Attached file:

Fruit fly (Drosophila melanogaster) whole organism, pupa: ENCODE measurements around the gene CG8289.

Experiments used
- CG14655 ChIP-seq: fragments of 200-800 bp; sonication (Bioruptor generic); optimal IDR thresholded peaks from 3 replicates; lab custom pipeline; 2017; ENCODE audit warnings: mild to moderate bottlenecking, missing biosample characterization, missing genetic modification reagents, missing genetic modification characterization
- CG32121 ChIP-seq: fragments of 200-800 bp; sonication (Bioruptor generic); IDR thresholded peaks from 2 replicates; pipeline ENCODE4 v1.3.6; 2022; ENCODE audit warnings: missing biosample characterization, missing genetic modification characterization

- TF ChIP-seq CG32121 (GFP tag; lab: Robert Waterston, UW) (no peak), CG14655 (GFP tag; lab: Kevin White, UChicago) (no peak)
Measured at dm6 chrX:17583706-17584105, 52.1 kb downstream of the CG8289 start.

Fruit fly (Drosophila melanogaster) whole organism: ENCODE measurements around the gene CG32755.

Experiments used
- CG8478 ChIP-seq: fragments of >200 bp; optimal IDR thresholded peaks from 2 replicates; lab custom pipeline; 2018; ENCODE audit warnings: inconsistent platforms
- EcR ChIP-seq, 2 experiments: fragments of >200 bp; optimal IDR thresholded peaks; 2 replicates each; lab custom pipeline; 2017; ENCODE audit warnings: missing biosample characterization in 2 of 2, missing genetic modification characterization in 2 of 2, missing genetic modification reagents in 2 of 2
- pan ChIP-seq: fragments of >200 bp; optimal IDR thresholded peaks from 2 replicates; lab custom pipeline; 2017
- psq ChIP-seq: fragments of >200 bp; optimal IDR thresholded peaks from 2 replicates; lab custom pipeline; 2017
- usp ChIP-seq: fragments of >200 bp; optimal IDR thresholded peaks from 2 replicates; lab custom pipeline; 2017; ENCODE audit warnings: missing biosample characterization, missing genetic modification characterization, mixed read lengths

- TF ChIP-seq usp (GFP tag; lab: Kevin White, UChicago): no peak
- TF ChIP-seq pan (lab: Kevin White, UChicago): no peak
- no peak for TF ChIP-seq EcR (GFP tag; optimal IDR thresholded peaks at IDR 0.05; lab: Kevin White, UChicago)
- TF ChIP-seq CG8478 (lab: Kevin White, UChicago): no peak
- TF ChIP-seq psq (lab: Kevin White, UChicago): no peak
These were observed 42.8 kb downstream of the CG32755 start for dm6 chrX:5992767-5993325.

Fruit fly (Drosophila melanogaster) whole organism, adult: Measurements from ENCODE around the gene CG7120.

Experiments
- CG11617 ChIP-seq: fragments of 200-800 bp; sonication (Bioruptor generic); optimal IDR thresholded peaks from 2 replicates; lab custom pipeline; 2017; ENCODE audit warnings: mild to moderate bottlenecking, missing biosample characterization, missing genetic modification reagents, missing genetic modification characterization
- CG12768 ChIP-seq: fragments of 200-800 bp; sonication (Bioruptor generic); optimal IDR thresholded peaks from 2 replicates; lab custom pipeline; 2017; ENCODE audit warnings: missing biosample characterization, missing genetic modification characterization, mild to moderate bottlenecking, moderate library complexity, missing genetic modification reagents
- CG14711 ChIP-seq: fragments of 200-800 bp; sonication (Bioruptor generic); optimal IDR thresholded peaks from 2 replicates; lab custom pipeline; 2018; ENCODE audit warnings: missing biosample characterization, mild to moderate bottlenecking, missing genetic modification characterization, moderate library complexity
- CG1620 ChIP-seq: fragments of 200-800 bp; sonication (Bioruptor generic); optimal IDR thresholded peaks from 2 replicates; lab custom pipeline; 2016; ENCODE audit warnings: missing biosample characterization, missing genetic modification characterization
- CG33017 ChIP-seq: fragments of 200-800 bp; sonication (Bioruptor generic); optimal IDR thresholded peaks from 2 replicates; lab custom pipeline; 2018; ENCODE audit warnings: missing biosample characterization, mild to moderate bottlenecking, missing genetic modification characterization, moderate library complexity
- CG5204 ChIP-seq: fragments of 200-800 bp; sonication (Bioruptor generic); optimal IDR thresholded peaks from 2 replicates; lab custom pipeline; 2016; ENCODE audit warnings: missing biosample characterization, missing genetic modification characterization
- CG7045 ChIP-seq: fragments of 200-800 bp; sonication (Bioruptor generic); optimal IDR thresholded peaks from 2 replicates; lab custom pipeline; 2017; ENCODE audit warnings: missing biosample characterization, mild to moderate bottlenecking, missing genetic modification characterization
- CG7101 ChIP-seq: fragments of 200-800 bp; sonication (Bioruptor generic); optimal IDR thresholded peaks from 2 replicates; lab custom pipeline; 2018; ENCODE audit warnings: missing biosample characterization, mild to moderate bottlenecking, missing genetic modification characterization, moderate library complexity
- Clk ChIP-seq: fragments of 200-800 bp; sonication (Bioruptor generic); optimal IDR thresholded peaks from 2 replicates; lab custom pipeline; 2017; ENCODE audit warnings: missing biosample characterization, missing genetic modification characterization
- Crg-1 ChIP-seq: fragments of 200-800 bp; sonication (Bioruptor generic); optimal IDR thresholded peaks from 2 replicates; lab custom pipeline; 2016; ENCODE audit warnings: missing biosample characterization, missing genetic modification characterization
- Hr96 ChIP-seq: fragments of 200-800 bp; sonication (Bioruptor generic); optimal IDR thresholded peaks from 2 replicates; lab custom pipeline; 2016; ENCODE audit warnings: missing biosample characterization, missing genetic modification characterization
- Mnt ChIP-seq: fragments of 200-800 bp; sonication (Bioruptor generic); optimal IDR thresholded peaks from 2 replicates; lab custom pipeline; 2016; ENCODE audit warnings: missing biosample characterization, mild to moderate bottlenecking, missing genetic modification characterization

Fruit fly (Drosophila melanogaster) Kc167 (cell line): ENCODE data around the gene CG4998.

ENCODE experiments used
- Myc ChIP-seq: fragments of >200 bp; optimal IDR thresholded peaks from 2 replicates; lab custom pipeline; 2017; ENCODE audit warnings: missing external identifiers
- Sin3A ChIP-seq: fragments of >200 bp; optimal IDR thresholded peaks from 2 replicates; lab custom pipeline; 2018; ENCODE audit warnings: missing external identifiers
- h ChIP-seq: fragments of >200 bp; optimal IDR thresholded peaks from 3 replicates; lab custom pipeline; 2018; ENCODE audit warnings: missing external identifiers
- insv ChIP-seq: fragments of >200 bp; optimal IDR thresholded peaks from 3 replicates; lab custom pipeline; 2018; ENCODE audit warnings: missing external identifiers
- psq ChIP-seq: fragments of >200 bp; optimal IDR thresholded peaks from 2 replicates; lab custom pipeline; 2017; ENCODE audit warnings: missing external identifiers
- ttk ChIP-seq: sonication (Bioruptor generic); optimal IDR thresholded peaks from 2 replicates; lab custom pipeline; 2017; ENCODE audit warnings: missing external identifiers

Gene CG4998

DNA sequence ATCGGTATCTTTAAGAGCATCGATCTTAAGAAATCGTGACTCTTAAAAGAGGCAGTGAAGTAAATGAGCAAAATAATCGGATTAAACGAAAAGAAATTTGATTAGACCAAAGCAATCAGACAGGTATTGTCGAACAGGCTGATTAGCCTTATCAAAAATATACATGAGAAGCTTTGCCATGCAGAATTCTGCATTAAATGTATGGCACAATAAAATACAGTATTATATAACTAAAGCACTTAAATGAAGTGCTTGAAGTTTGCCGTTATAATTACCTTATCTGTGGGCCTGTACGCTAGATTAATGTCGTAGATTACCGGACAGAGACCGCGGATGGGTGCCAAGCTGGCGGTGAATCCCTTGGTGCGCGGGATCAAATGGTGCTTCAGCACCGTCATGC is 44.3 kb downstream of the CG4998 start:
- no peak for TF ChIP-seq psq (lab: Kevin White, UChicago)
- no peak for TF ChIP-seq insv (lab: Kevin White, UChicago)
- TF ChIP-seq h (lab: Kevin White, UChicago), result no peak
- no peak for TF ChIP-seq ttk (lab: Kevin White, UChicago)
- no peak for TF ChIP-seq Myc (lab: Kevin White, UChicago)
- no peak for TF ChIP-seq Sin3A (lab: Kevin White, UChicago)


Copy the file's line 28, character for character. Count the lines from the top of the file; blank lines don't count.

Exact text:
- CG7045 ChIP-seq: fragments of 200-800 bp; sonication (Bioruptor generic); optimal IDR thresholded peaks from 2 replicates; lab custom pipeline; 2017; ENCODE audit warnings: missing biosample characterization, mild to moderate bottlenecking, missing genetic modification characterization